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Steelers

Ben Roethlisberger Says Form, Mechanics Can Be Better Despite Hot Start

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To hear Steelers quarterback Ben Roethlisberger tell it, he can better than what he’s shown on the field in his first two weeks since returning from elbow surgery.

He’s not happy with his footwork, he thinks he’s dropping his arm a bit and needs a more consistent release point.

The statistics, however tell another story. They say Roethlisberger has been operating at a higher level of precision than ever before. So which is it? Maybe both.

“I do feel I got a little lazy with my feet, which then, in turn, translated to a lazy arm,” Roethlisberger said. “There were some throws that I kind of dropped my elbow, if you will. I don’t want to get too technical, but it became more of a three-quarter release instead of an over the top when I didn’t need to. There are obviously times you have to change your release point. There were too many throws, I felt looking back, that I just have to get my feet working better, and that will then translate, hopefully, to the rest of the body. Then, I won’t be guiding some of the throws.”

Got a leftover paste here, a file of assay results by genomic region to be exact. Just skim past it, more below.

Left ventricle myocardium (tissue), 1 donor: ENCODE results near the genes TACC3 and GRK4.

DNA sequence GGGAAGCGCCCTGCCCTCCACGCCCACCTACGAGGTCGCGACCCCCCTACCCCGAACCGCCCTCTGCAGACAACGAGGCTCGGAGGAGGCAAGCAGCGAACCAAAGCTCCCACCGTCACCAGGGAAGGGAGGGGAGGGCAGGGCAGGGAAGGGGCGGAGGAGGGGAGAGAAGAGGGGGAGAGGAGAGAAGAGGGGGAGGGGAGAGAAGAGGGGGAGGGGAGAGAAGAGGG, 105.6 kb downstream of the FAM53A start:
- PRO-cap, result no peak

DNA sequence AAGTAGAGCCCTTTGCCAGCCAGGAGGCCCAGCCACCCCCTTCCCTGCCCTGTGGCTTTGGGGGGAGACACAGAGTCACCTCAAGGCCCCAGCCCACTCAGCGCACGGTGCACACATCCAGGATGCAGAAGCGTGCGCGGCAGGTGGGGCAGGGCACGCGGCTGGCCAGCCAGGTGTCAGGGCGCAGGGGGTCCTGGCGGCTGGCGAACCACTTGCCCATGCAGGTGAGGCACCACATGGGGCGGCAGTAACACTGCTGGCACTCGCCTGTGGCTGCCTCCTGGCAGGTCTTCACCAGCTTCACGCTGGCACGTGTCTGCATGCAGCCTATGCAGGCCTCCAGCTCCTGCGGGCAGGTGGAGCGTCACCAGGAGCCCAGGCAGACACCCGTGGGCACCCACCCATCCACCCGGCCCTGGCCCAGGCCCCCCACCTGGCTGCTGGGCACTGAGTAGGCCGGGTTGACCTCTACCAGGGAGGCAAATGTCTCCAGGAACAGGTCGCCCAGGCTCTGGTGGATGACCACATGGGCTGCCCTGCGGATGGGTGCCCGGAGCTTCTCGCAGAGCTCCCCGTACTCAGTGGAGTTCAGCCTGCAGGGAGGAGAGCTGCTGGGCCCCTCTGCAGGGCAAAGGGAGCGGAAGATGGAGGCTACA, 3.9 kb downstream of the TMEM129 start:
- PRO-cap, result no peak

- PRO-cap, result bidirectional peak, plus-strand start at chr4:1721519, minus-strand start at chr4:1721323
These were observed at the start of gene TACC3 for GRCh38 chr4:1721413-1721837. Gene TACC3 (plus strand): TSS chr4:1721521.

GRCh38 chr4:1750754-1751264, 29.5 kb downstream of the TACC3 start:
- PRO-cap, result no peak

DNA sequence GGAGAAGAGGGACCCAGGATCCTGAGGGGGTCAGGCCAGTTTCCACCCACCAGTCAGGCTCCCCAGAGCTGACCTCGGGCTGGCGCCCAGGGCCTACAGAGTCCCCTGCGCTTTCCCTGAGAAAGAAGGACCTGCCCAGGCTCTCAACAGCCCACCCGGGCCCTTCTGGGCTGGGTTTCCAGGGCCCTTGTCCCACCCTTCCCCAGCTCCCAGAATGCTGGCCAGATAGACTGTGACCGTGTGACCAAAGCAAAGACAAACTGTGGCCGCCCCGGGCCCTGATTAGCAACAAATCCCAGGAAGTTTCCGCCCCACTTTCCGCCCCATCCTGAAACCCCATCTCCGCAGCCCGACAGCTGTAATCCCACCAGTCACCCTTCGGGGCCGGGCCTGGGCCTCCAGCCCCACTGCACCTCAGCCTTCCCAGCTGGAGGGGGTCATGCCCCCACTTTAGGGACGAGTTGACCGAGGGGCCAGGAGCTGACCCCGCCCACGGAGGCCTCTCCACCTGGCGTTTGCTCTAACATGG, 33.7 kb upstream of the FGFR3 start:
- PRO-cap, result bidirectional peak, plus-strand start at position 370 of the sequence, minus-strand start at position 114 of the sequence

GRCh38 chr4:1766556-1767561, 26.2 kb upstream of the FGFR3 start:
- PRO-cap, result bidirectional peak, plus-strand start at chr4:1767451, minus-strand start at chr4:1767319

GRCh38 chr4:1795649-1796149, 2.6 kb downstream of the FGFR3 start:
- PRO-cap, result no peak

Here’s an example from the game Roethlisberger’s form getting a little sloppy. He throws this ball flat-footed and almost all with his right side, getting less power behind it than usual and resulting in a pass that ends up behind JuJu Smith-Shuster instead of allowing him to build a head of steam toward the defenders at the line of scrimmage.

Is this a big deal here? Not really. Smith-Schuster probably couldn’t have done much better than he did at bulling over the defender, anyway. But this is also a route into the flat on the near side of the field. Over longer distances, that can make a big difference.

“I’ve gotten away with it in the past being able to not necessarily be perfect from the ground up and just letting my arm kind of make up for a lot of things, a lot of imperfections if you talk to quarterback people,” Roethlisberger said. “I feel great. I just need to get it in my mind that I can still make the throws when I’m not in the perfect position to make them.”